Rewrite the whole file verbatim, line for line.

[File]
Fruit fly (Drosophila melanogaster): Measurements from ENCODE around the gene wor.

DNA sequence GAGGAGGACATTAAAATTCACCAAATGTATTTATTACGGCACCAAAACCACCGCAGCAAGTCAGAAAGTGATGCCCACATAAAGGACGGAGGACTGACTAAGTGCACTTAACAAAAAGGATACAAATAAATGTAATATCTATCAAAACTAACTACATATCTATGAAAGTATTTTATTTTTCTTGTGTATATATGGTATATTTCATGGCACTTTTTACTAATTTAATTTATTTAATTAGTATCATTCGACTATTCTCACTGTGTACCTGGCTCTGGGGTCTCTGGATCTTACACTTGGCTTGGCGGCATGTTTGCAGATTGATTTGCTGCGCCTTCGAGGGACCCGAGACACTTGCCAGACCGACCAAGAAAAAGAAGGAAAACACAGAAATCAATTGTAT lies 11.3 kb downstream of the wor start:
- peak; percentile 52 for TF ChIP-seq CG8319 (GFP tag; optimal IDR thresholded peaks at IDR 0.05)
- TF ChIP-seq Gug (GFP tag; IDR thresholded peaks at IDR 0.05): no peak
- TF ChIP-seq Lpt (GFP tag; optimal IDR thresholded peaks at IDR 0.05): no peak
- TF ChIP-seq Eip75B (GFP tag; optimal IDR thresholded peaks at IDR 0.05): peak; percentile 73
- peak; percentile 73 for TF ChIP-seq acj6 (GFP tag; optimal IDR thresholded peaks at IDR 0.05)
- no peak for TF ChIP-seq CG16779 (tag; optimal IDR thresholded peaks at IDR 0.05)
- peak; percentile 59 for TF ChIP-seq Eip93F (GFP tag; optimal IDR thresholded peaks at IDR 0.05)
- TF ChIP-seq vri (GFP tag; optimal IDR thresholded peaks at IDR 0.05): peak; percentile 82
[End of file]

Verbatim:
Fruit fly (Drosophila melanogaster): Measurements from ENCODE around the gene wor.

DNA sequence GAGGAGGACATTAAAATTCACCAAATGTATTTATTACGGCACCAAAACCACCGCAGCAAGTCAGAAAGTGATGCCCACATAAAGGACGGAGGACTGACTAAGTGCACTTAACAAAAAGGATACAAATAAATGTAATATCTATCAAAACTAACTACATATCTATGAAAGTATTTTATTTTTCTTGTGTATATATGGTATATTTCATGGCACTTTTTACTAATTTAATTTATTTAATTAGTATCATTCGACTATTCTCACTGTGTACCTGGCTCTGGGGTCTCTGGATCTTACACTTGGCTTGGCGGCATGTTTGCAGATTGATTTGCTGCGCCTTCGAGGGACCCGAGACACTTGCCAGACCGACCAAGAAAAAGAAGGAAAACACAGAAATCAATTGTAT lies 11.3 kb downstream of the wor start:
- peak; percentile 52 for TF ChIP-seq CG8319 (GFP tag; optimal IDR thresholded peaks at IDR 0.05)
- TF ChIP-seq Gug (GFP tag; IDR thresholded peaks at IDR 0.05): no peak
- TF ChIP-seq Lpt (GFP tag; optimal IDR thresholded peaks at IDR 0.05): no peak
- TF ChIP-seq Eip75B (GFP tag; optimal IDR thresholded peaks at IDR 0.05): peak; percentile 73
- peak; percentile 73 for TF ChIP-seq acj6 (GFP tag; optimal IDR thresholded peaks at IDR 0.05)
- no peak for TF ChIP-seq CG16779 (tag; optimal IDR thresholded peaks at IDR 0.05)
- peak; percentile 59 for TF ChIP-seq Eip93F (GFP tag; optimal IDR thresholded peaks at IDR 0.05)
- TF ChIP-seq vri (GFP tag; optimal IDR thresholded peaks at IDR 0.05): peak; percentile 82